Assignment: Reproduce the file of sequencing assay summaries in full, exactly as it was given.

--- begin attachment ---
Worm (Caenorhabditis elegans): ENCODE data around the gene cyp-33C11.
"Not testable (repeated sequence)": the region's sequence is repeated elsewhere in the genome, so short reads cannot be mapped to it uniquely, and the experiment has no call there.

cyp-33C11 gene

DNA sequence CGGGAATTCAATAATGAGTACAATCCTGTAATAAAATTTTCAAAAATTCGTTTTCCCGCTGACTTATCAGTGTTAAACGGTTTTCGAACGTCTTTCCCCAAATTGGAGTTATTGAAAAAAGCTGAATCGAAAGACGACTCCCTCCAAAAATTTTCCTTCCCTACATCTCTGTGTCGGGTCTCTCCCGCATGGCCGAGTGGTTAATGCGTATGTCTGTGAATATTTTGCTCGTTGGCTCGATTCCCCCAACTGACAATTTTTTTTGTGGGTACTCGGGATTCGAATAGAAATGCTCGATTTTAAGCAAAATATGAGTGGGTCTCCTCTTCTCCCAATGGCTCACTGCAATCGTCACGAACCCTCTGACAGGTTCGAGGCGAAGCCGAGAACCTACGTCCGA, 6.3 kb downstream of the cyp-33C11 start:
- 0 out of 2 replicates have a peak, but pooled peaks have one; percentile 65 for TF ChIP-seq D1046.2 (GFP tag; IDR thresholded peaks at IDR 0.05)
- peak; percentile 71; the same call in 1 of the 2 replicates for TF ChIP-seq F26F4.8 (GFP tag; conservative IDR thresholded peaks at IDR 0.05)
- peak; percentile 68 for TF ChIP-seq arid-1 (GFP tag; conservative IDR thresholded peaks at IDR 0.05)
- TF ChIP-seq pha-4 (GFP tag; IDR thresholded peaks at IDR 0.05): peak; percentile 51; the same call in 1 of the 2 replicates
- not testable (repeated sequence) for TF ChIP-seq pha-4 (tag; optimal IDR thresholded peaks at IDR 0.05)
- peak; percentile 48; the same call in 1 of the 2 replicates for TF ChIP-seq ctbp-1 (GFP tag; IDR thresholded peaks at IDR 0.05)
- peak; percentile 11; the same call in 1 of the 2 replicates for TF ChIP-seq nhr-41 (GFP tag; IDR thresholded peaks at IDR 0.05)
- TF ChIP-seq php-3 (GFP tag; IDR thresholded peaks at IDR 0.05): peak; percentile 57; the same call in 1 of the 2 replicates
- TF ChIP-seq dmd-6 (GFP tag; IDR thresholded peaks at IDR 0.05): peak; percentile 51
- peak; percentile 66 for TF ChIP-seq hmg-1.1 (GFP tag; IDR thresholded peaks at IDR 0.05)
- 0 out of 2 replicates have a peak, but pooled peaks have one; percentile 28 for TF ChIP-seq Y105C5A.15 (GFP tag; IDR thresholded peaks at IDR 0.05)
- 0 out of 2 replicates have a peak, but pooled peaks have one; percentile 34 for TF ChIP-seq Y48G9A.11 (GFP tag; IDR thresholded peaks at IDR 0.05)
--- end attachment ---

Worm (Caenorhabditis elegans): ENCODE data around the gene cyp-33C11.
"Not testable (repeated sequence)": the region's sequence is repeated elsewhere in the genome, so short reads cannot be mapped to it uniquely, and the experiment has no call there.

cyp-33C11 gene

DNA sequence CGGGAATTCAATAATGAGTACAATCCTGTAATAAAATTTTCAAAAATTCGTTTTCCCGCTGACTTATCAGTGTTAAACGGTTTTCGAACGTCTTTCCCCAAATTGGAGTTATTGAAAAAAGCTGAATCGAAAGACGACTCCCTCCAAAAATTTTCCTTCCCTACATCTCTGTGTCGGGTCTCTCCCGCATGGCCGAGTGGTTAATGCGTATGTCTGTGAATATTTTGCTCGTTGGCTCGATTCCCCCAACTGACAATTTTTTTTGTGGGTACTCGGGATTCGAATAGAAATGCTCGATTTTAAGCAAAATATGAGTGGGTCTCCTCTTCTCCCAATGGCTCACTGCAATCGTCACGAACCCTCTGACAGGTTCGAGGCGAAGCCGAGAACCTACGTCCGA, 6.3 kb downstream of the cyp-33C11 start:
- 0 out of 2 replicates have a peak, but pooled peaks have one; percentile 65 for TF ChIP-seq D1046.2 (GFP tag; IDR thresholded peaks at IDR 0.05)
- peak; percentile 71; the same call in 1 of the 2 replicates for TF ChIP-seq F26F4.8 (GFP tag; conservative IDR thresholded peaks at IDR 0.05)
- peak; percentile 68 for TF ChIP-seq arid-1 (GFP tag; conservative IDR thresholded peaks at IDR 0.05)
- TF ChIP-seq pha-4 (GFP tag; IDR thresholded peaks at IDR 0.05): peak; percentile 51; the same call in 1 of the 2 replicates
- not testable (repeated sequence) for TF ChIP-seq pha-4 (tag; optimal IDR thresholded peaks at IDR 0.05)
- peak; percentile 48; the same call in 1 of the 2 replicates for TF ChIP-seq ctbp-1 (GFP tag; IDR thresholded peaks at IDR 0.05)
- peak; percentile 11; the same call in 1 of the 2 replicates for TF ChIP-seq nhr-41 (GFP tag; IDR thresholded peaks at IDR 0.05)
- TF ChIP-seq php-3 (GFP tag; IDR thresholded peaks at IDR 0.05): peak; percentile 57; the same call in 1 of the 2 replicates
- TF ChIP-seq dmd-6 (GFP tag; IDR thresholded peaks at IDR 0.05): peak; percentile 51
- peak; percentile 66 for TF ChIP-seq hmg-1.1 (GFP tag; IDR thresholded peaks at IDR 0.05)
- 0 out of 2 replicates have a peak, but pooled peaks have one; percentile 28 for TF ChIP-seq Y105C5A.15 (GFP tag; IDR thresholded peaks at IDR 0.05)
- 0 out of 2 replicates have a peak, but pooled peaks have one; percentile 34 for TF ChIP-seq Y48G9A.11 (GFP tag; IDR thresholded peaks at IDR 0.05)